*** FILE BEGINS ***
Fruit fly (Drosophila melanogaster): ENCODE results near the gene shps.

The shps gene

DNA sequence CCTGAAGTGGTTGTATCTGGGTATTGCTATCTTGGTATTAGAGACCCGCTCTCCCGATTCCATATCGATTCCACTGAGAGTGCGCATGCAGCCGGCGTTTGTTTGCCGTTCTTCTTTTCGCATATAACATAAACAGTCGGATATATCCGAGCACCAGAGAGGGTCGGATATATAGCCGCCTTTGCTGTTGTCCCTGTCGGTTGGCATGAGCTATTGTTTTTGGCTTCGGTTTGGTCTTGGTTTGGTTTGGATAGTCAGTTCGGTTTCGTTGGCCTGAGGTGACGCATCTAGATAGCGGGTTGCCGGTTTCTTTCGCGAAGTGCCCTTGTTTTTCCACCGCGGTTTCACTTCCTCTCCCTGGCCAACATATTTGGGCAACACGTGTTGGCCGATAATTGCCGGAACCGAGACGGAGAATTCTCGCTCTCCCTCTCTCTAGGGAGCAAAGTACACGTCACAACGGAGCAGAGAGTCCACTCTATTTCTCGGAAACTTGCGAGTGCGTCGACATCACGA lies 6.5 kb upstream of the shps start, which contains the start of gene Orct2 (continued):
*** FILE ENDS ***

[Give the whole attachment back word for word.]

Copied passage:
Fruit fly (Drosophila melanogaster): ENCODE results near the gene shps.

The shps gene

DNA sequence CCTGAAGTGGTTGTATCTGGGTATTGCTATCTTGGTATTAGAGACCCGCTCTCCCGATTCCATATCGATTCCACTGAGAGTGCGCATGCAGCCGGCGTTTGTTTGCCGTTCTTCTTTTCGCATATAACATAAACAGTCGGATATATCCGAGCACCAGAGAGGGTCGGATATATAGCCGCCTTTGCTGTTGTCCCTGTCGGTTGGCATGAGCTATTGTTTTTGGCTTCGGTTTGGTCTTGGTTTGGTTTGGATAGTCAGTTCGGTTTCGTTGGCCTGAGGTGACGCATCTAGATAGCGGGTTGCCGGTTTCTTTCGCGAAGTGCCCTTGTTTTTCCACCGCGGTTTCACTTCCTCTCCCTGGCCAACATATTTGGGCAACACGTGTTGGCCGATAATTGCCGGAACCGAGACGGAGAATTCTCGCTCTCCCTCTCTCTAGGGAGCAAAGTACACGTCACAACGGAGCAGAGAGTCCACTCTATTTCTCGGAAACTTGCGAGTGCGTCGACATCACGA lies 6.5 kb upstream of the shps start, which contains the start of gene Orct2 (continued):